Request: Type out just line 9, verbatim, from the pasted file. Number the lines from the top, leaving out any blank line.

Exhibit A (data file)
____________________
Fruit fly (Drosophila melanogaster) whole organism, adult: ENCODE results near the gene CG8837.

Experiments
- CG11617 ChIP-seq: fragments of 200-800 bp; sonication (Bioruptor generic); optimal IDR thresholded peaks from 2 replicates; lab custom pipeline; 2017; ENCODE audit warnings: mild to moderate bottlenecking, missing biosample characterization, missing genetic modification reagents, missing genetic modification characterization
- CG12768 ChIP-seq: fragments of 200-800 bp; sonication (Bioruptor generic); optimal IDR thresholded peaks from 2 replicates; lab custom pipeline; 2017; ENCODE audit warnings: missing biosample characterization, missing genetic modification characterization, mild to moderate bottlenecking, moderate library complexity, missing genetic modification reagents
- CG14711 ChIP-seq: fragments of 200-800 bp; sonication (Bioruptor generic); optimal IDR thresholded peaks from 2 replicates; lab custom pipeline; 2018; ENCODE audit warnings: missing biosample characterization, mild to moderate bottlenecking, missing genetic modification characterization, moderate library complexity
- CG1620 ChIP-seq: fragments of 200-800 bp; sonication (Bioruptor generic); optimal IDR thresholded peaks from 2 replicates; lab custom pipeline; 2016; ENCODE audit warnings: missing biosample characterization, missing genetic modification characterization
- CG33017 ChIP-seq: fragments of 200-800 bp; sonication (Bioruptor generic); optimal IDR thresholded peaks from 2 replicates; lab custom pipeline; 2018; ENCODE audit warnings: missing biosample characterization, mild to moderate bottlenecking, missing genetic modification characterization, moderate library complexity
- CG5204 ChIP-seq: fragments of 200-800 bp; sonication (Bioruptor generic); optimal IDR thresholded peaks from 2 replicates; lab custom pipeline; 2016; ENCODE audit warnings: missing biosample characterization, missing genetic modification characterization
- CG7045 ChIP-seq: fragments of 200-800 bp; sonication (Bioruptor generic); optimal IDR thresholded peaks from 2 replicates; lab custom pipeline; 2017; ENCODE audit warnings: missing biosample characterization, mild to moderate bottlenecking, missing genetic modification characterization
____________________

- CG7045 ChIP-seq: fragments of 200-800 bp; sonication (Bioruptor generic); optimal IDR thresholded peaks from 2 replicates; lab custom pipeline; 2017; ENCODE audit warnings: missing biosample characterization, mild to moderate bottlenecking, missing genetic modification characterization